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Industry launches cleantech match-maker for forestry, mining, water

Here's how the new BC Net Zero Innovation Network aims to help industries reduce emissions
MP Parm Bains (left) and Foresight CEO Jeanette Jackson at launch of new BC Net Zero Innovation Network

A new B2B network is being launched in B.C. to match the mining and forestry sectors, as well as water managers, with cleantech companies and identify and adopt the best technology to reduce energy and emissions intensities.

In turn, it is hoped that providing a local customer base will help new B.C. cleantech companies grow and expand into other markets.

Foresight Canada, a cleantech accelerator, announced Wednesday the formation of the BC Net Zero Innovation Network, which will initially focus on three main sectors: forestry, mining and water management.

The new network is being set up with federal and provincial funding -- $5.2 million from PacifiCan (formerly Western Economic Diversification Canada) and $2.3 million from the B.C. government.

Foresight CEO Jeanette Jackson said she expects private sector contributions would bring the total investment up to $10.8 million.

The goal of the network will be to work with B.C. industries to help them select and adopt the appropriate cleantech solutions, some of which already exist, and some of which will need to be developed.

“There are an existing portfolio of clean technology solutions in Canada, in B.C., that haven’t yet been adopted,” Jackson said. “And what we hear from the demand side is they don’t have the capacity to evaluate the solutions, and they need some match-making support.

“Where no technology exists, we’ll identify those gaps and we will work with academia and other entrepreneurs to provide more solutions.”

“Foresight will work with these stakeholders, providing opportunities to collaborate and generate technological solutions to achieve their environmental and economic goals,” said Liberal MP Parm Bains (Steveston-Richmond East).

“By defining challenges and sharing best practices, this network will accelerate the development and adoption of clean technology solutions. In turn, this will help B.C.’s cleantech innovators access new markets and attract world-class talent to British Columbia.”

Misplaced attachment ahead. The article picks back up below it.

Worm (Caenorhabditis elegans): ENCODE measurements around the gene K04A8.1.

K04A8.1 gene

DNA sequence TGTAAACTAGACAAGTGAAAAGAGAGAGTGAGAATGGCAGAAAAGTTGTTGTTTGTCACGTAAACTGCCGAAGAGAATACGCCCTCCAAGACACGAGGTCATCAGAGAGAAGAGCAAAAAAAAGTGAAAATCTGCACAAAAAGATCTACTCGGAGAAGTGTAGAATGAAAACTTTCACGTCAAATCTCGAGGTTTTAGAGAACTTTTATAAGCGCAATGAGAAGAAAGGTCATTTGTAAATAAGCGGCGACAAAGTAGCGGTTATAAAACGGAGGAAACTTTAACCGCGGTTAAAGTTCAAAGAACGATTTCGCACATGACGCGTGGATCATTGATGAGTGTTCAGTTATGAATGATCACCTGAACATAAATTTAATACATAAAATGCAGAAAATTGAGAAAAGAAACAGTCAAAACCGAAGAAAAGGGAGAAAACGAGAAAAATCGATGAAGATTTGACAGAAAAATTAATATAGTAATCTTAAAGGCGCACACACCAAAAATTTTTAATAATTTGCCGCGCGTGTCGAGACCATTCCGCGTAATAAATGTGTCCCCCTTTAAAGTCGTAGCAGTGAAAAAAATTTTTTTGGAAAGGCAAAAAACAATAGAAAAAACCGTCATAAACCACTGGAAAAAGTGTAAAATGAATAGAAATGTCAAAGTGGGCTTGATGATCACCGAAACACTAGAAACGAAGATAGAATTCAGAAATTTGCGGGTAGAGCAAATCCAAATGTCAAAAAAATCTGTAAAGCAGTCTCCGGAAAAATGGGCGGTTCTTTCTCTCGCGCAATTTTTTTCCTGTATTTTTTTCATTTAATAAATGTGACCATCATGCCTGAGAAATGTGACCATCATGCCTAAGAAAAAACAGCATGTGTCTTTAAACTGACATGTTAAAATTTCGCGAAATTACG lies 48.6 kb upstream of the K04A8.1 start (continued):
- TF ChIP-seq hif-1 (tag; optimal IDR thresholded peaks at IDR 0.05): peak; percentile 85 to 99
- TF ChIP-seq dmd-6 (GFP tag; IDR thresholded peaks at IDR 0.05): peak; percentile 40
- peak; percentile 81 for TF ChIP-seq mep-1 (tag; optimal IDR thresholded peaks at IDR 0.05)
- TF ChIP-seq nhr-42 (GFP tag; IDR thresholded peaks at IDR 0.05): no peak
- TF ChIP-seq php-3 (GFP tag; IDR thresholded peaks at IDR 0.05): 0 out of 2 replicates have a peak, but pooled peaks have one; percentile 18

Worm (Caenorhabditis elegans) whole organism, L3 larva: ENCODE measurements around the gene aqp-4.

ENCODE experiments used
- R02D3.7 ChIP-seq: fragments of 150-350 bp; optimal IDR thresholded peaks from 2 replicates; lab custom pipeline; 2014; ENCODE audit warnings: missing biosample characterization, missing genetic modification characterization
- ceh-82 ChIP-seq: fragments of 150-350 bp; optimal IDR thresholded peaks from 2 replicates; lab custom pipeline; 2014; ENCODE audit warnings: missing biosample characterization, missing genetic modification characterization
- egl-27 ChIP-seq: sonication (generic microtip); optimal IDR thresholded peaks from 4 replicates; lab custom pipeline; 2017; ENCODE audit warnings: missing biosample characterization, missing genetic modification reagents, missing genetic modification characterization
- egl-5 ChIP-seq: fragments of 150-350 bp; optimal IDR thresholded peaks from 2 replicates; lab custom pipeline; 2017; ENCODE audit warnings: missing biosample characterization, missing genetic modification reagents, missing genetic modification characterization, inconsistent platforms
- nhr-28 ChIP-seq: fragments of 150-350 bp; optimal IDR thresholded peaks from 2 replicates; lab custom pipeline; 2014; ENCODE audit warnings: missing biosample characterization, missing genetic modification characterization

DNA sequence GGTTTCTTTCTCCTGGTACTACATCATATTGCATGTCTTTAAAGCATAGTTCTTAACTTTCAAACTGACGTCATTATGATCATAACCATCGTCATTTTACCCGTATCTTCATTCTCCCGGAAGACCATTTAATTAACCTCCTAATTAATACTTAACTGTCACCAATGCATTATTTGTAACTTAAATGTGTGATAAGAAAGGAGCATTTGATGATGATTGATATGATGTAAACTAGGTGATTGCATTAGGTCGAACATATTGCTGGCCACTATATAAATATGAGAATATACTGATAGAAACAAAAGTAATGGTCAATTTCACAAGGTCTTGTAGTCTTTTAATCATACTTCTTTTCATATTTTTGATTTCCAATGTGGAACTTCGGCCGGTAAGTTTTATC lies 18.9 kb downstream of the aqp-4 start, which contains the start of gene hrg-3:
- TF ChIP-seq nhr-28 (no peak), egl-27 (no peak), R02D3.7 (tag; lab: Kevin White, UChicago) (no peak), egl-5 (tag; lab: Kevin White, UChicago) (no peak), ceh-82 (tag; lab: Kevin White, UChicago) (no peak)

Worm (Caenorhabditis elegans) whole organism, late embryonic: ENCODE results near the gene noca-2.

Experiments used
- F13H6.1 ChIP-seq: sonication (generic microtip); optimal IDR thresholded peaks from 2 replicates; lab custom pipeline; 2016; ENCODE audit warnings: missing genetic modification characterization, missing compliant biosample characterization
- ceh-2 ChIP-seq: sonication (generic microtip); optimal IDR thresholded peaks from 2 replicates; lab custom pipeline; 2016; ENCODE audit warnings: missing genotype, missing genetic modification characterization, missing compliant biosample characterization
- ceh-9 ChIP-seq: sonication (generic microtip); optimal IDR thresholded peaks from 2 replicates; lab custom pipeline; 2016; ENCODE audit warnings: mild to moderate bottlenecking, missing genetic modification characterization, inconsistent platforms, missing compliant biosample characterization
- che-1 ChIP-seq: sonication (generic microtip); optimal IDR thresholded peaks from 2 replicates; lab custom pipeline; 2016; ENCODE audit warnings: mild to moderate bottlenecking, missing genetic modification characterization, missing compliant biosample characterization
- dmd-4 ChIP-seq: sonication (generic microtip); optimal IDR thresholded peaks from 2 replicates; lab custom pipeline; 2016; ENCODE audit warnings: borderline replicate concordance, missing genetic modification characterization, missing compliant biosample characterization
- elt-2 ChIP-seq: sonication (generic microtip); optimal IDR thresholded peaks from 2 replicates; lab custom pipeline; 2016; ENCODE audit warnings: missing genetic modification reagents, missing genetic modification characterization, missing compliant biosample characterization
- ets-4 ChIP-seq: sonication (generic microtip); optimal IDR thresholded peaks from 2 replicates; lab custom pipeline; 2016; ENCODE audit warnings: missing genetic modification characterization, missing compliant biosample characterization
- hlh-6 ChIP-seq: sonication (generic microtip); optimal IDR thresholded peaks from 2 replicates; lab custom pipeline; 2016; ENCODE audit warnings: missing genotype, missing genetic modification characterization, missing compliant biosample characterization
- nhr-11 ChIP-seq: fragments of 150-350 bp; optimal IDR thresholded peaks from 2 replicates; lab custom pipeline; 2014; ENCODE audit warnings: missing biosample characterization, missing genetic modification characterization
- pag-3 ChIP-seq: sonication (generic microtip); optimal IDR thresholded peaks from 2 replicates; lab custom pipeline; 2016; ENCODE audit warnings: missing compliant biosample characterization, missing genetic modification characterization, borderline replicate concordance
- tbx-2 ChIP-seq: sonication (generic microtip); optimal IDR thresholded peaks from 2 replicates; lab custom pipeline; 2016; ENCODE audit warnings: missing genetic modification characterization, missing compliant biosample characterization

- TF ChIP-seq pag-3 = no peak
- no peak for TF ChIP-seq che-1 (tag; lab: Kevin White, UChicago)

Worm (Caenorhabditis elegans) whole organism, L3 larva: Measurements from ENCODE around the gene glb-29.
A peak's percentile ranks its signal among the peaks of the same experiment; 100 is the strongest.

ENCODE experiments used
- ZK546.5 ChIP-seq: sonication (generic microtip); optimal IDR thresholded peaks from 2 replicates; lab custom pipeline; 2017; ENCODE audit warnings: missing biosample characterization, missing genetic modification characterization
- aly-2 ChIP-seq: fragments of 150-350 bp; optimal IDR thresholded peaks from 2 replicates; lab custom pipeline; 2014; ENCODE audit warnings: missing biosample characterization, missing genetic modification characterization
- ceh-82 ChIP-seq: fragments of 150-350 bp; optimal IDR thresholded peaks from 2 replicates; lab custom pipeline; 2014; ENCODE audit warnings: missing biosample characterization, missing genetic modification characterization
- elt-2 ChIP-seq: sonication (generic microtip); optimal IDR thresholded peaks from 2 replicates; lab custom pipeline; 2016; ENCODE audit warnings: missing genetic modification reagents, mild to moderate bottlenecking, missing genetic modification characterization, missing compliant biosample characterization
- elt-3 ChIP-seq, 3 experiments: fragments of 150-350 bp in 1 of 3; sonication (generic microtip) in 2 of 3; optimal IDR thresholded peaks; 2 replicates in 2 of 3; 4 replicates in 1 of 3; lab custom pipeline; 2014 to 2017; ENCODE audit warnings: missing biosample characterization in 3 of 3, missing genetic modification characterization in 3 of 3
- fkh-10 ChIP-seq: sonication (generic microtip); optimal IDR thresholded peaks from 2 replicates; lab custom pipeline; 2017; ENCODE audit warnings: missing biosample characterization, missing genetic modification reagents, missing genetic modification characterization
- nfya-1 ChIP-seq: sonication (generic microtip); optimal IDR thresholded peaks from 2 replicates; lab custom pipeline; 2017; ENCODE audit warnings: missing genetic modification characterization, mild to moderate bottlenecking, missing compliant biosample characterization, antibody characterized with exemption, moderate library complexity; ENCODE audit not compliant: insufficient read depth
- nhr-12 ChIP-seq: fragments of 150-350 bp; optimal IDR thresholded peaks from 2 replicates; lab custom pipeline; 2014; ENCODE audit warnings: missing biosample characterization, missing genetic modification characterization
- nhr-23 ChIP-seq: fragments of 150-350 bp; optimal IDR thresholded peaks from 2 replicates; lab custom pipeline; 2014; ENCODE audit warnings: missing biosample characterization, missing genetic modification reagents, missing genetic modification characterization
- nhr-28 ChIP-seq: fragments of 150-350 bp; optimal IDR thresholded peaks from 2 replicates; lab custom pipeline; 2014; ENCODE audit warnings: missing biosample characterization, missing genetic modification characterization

“This project is expected to spur growth for B.C. clean-tech, creating 240 new jobs, and attracting $280 million in sector investment," Bains said.

In forestry, one area the network will likely focus on is technology that uses wood waste.

“Looking at all that waste – how do we turn it into biofuels, how do we look at new uses for lignin and other things like that?” Jackson said.

As for water, Jackson said a lot of energy goes into purifying and moving drinking water in municipal and regional systems. The new network will work with municipal and regional water managers to help them reduce their energy use.

“Same thing with industry,” Jackson added. “A lot of energy goes into -- after the manufacturing and industrial process – (cleaning) the water and redistribute it. And we have great water companies here. We have desalination, we have testing, and both digital and hardware solutions for purification."

Acuva is just one example of a B.C. company in the water purification space. It uses UV-LED light to kill pathogens in water, as an alternative to chlorination.

As for B.C.’s oil and gas sector – the province’s largest emitter of GHGs by sector --  Jackson said networking with that sector will be handled by Foresight’s office in Alberta, since that is where most of the oil and gas companies are based.

It is hoped that by matching cleantech companies with B.C. industries that need solutions it will provide a springboard for growth.

“The idea is to drive local adoption and have them grow and scale here, and have industry at the table early on in the innovation process,” Jackson said.

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